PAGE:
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CST3

CST3

Reviewed May 2012

What is the official name of the CST3 gene?

The official name of this gene is “cystatin C.”

CST3 is the gene's official symbol. The CST3 gene is also known by other names, listed below.

Read more about gene names and symbols on the About page.

What is the normal function of the CST3 gene?

The CST3 gene provides instructions for making a protein called cystatin C. This protein is part of a family of proteins called cysteine protease inhibitors that help control several types of chemical reactions by blocking (inhibiting) the activity of certain enzymes. Cystatin C inhibits the activity of enzymes called cathepsins that cut apart other proteins in order to break them down.

Cystatin C is found in biological fluids, such as blood. Its levels are especially high in the fluid that surrounds and protects the brain and spinal cord (the cerebrospinal fluid or CSF).

How are changes in the CST3 gene related to health conditions?

hereditary cerebral amyloid angiopathy - caused by mutations in the CST3 gene

At least one mutation in the CST3 gene has been found to cause hereditary cerebral amyloid angiopathy, a condition characterized by stroke and a decline in intellectual function (dementia), which begins in mid-adulthood. The CST3 gene mutation that has been identified causes a form of hereditary cerebral amyloid angiopathy known as the Icelandic type. This mutation replaces the protein building block (amino acid) leucine with the amino acid glutamine at position 68 in the cystatin C protein (written as Leu68Gln or L68Q). This abnormal cystatin C protein is less stable and is more prone to cluster together (aggregate) than the normal protein. The aggregated protein forms clumps called amyloid deposits that accumulate in the blood vessel walls primarily in the brain, but also in blood vessels in other areas of the body such as the skin, spleen, and lymph nodes. The accumulation of these amyloid deposits, known as plaques, does not appear to have any health effects outside of the brain. In the brain, the amyloid plaques replace the muscle fibers and elastic fibers that give blood vessels flexibility, causing them to become weak and prone to breakage. Such a break in the brain causes bleeding (hemorrhagic stroke), which can lead to brain damage and dementia.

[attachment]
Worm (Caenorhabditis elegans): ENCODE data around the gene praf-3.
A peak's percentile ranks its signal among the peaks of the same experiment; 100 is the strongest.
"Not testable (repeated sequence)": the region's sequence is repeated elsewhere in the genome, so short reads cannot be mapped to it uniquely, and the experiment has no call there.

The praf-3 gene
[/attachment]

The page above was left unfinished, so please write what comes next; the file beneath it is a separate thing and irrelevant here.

Where is the CST3 gene located?

Cytogenetic Location: 20p11.21

Molecular Location on chromosome 20: base pairs 23,627,896 to 23,638,047

The CST3 gene is located on the short (p) arm of chromosome 20 at position 11.21.

The CST3 gene is located on the short (p) arm of chromosome 20 at position 11.21.

More precisely, the CST3 gene is located from base pair 23,627,896 to base pair 23,638,047 on chromosome 20.

See How do geneticists indicate the location of a gene? in the Handbook.

Where can I find additional information about CST3?

You and your healthcare professional may find the following resources about CST3 helpful.

You may also be interested in these resources, which are designed for genetics professionals and researchers.

What other names do people use for the CST3 gene or gene products?

  • cystatin 3
  • cystatin-3
  • cystatin-C
  • cystatin-C precursor
  • CYTC_HUMAN
  • gamma-trace
  • neuroendocrine basic polypeptide
  • post-gamma-globulin

Where can I find general information about genes?

The Handbook provides basic information about genetics in clear language.

These links provide additional genetics resources that may be useful.

What glossary definitions help with understanding CST3?

aggregate ; amino acid ; amyloid ; cysteine ; dementia ; elastic ; gene ; glutamine ; hemorrhagic stroke ; hereditary ; leucine ; lymph ; mutation ; precursor ; protease ; protein

You may find definitions for these and many other terms in the Genetics Home Reference Glossary.

See also Understanding Medical Terminology.

References (7 links)

 

The resources on this site should not be used as a substitute for professional medical care or advice. Users seeking information about a personal genetic disease, syndrome, or condition should consult with a qualified healthcare professional. See How can I find a genetics professional in my area? in the Handbook.

 
Reviewed: May 2012
Published: October 27, 2014